Office Lite?

Why Microsoft's Office Mobile suite is much more than a simple set of mobile apps

Microsoft has a set of Office apps built on the Universal Windows Platform that it's doing nothing with. It's time for the company to change that and reposition those apps.

Microsoft's set of Office Mobile apps are great. I prefer them over the full Office suite. I realize that a lot of people find the Office Mobile apps to be subpar. But there are people out there for whom the Office Mobile apps are more than fine. Wo why isn't Microsoft doing anything with them?

You might not even know that Microsoft built Universal Windows Platform (UWP) versions of Word, PowerPoint, and Excel. That's because Microsoft doesn't even list them in the Microsoft Store. They're invisible unless you know what you're searching for. Why? Because Microsoft is still pushing the full, Win32 Office suite that's much more powerful and capable (and expensive). So what's the point of the Office Mobile apps? They're for mobile devices ... or they were.

They were built for Windows 10 Mobile handsets, but as we all know Windows 10 Mobile isn't a thing anymore. Not really. So does that mean Office Mobile is dead too? I certainly hope not. Although the Office Mobile apps aren't as powerful as the full Office suite, these are still incredibly capable and useful apps for casual Office users like myself. So, it's time Microsoft started repositioning these apps, re-add them to the Store, and start pushing them.

Office Mobile works everywhere

Office Mobile apps are the only versions of Word, PowerPoint, OneNote, and Excel that work on Microsoft's new Windows Mixed Reality platform. They also work on all Windows 10 devices. So already, these apps are vital in environments that aren't strictly mobile. I don't think rebranding the Office Mobile apps as "Office Mixed Reality" is a good idea, as that narrows the scope of these apps a little too much. But I think Microsoft should reposition these apps as free Office Online alternatives.

Office Online is already technically a free version of Office, and the Office Mobile apps aren't that much more advanced when it comes to functionality. I find it bewildering how Microsoft expects people to pay for an Office 365 subscription to use the Office Mobile apps anyway, especially considering an Office subscription only advertises the full version of Office. It should make Office Mobile free and rebrand this set of apps as "Office Lite" or even "Office Online."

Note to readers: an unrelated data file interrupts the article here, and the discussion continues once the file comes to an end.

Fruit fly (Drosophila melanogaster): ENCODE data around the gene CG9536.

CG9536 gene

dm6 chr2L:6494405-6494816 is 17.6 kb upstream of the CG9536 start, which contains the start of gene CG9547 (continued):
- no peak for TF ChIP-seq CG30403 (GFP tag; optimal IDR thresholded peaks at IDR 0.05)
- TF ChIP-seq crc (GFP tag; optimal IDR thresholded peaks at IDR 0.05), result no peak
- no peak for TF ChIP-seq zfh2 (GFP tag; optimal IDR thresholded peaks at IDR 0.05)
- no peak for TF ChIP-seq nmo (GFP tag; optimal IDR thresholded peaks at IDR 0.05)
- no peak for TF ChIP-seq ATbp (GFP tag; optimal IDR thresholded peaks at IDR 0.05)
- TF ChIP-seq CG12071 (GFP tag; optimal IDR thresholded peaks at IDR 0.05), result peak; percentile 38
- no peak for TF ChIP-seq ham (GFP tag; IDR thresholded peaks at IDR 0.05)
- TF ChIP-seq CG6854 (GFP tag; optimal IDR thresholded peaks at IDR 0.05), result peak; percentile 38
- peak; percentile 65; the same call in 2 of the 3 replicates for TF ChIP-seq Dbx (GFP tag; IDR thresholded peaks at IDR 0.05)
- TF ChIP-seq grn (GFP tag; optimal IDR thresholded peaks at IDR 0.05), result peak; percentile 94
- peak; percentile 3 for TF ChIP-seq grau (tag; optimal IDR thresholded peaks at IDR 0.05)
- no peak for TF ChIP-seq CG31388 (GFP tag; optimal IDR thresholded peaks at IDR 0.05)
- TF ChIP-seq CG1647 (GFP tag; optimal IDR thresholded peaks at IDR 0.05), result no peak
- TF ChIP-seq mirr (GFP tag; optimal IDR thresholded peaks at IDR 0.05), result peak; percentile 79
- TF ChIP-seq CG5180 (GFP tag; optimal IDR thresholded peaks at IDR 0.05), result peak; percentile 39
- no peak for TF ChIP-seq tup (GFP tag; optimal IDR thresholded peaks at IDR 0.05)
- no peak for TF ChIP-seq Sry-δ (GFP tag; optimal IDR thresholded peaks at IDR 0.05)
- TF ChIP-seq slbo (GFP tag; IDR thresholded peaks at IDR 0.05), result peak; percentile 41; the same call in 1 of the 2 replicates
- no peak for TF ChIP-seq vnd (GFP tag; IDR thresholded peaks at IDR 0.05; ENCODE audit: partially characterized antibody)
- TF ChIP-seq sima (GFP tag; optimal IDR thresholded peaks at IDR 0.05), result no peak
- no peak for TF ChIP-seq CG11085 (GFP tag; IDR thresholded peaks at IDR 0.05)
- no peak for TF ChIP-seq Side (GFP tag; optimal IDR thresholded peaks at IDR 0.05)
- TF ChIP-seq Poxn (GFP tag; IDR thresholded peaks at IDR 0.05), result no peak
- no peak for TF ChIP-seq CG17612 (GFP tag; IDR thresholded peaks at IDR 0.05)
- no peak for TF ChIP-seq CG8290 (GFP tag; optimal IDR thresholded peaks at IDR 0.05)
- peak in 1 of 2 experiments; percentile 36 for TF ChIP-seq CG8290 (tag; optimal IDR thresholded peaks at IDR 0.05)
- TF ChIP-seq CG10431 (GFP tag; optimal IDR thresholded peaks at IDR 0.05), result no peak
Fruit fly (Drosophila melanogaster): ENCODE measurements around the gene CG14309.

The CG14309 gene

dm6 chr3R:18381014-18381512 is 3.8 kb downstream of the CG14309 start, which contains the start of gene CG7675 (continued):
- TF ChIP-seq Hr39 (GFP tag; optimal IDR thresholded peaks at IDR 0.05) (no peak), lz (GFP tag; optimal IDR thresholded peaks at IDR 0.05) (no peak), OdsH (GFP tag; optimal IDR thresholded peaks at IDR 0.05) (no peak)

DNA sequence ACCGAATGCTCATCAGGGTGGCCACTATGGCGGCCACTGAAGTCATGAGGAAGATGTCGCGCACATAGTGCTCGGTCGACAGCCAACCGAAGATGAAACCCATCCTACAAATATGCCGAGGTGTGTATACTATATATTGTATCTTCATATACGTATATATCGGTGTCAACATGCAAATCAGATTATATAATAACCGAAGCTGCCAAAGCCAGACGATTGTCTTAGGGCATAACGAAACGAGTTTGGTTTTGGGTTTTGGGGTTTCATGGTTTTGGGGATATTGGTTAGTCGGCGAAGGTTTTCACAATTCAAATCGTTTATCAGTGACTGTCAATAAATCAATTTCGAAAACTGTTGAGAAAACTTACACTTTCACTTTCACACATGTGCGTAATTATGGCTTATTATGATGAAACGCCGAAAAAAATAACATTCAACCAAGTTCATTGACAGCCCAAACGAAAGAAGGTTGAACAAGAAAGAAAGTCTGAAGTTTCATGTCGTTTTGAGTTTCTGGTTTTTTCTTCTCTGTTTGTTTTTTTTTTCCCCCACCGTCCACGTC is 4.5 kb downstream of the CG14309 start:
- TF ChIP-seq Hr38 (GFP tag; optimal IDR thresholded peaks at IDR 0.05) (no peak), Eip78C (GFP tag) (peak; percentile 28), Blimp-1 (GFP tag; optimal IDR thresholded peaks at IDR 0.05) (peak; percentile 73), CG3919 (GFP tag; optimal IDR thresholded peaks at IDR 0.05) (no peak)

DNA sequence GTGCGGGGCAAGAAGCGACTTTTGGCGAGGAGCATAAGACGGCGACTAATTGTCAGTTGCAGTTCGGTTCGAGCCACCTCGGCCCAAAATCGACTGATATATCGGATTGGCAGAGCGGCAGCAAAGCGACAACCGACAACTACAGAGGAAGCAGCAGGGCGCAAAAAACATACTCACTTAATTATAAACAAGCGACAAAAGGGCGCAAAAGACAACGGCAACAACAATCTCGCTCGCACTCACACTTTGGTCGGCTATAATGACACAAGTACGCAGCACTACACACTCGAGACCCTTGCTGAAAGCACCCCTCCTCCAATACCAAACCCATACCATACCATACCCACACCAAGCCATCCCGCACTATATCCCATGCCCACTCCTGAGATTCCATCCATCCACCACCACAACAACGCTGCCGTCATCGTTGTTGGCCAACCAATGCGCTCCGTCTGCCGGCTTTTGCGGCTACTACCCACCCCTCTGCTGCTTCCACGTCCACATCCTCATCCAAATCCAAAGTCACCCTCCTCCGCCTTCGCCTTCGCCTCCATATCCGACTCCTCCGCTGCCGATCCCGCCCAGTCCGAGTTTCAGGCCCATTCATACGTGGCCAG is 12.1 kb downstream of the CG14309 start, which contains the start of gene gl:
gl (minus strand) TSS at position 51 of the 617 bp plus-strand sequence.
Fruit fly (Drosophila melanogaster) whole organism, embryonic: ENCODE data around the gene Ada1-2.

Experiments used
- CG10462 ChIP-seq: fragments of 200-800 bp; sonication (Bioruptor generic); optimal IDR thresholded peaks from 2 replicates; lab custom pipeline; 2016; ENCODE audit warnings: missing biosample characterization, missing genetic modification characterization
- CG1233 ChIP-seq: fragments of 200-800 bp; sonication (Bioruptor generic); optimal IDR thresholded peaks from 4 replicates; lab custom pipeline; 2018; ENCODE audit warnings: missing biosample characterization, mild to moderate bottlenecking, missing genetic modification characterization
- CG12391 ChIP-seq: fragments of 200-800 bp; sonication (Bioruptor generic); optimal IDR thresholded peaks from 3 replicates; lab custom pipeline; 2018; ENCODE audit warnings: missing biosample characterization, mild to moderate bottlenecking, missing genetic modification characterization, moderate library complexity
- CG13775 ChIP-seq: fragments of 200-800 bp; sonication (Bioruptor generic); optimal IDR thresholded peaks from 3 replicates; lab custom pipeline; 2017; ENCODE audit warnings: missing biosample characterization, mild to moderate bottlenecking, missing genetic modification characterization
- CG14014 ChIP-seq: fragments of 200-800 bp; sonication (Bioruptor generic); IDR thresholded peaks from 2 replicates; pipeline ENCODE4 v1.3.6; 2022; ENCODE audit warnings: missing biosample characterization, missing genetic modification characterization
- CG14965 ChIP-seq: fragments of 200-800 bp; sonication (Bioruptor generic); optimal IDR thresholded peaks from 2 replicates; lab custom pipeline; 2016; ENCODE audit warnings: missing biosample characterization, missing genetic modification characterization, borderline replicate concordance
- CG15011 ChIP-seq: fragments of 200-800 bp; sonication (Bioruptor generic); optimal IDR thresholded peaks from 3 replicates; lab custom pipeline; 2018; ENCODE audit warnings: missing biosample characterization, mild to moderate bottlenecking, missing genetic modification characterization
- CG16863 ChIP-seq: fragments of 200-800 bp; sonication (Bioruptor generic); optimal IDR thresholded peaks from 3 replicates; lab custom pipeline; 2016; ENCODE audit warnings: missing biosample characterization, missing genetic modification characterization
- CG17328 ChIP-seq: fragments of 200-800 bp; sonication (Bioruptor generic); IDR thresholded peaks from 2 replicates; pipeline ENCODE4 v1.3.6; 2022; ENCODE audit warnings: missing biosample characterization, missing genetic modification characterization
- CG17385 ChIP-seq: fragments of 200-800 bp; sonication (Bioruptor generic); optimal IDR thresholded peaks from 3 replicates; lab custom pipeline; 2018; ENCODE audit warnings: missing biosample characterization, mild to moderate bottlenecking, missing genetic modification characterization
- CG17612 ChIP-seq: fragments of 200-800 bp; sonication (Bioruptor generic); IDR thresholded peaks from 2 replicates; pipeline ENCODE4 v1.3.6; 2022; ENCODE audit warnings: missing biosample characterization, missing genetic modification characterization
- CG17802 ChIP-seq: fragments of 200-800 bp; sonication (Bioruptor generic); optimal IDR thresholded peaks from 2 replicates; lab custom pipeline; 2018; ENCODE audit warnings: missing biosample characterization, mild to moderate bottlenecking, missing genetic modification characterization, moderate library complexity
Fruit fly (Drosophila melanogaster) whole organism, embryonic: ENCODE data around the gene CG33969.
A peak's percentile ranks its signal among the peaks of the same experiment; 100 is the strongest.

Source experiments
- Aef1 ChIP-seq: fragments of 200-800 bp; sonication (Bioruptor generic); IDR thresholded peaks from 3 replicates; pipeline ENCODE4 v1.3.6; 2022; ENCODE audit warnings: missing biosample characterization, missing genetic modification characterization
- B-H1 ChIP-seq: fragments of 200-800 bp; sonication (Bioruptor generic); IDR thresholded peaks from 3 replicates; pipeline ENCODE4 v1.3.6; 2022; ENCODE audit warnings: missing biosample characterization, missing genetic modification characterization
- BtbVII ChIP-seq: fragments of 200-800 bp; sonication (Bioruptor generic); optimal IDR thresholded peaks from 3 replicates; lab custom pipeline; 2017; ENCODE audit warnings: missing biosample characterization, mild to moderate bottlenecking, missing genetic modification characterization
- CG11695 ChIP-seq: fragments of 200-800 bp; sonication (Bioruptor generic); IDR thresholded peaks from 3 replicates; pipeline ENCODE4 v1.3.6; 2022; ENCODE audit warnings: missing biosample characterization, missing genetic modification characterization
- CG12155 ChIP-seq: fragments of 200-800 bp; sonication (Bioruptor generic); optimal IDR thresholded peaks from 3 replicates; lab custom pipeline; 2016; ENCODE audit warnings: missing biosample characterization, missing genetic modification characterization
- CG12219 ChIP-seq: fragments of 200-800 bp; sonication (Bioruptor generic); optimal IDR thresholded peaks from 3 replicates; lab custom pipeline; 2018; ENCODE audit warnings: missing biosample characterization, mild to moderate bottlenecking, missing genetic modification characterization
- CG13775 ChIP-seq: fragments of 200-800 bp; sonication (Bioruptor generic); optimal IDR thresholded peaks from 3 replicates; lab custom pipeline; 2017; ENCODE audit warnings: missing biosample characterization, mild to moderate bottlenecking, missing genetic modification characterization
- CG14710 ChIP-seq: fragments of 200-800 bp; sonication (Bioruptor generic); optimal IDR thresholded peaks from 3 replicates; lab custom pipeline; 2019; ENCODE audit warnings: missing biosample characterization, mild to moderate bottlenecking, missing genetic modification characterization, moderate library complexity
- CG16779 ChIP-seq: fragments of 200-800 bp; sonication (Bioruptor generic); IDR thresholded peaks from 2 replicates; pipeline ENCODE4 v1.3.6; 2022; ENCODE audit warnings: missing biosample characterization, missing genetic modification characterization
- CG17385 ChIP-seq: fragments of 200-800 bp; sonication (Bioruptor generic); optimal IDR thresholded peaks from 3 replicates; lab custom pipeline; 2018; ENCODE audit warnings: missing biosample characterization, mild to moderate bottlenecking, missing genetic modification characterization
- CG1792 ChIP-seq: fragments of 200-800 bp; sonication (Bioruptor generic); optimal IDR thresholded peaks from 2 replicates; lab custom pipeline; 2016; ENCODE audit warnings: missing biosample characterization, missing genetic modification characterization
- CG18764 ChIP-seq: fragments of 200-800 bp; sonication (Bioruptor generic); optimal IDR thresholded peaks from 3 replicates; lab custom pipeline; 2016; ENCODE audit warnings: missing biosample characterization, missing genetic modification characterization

If making them free is too much of a loss for Microsoft, it could still take a slightly different approach. Rebrand these apps as Office Lite or Office Online, but bundle them with every install of Windows 10. This way, they're front and center on all devices, and if the user wants the full version of Office, they can upgrade through any of the UWP Office apps. This would also give Windows 10 inbox support for office file formats.

If you don't have an Office subscription, these apps act merely as Office file viewers; the subscription enables the editing capabilities. Calling these apps Office Mobile is confusing, and more importantly, unfair. I use the Office "Mobile" apps on my desktop and laptop far more than I did on my Windows phone. Rebranding them as something more generic, yet still maintaining that "less than full" aspect is something Microsoft needs to do.

I understand that these apps are not as powerful or as capable as the full version of Office. I'm arguing that Microsoft should take advantage of a lite, simpler version of Office. This is something that it has built, and I know for a fact there are people out there where these apps are more than fine for their workload. I have friends and family members who would prefer these apps over the full, clunky versions of Office.

They eat fewer resources, too, which is especially helpful on low-end, cheap laptops and tablets. These Office Mobile apps are beneficial in more ways than one, so why Microsoft continues to hide these apps from the Windows Store and keep them labeled as "Mobile" is beyond me. Hopefully, Microsoft sees sense and starts taking advantage of these apps sooner rather than later.

See Word Mobile in the Microsoft Store See PowerPoint Mobile in the Microsoft Store See Excel Mobile in the Microsoft Store

Your thoughts

What are your thoughts on the Office Mobile apps? Should Microsoft rebrand them and reposition them as something more than just mobile apps, or should Microsoft keep these buried and continue to push the full versions of Office instead? We want to know, so let us know in the comments.

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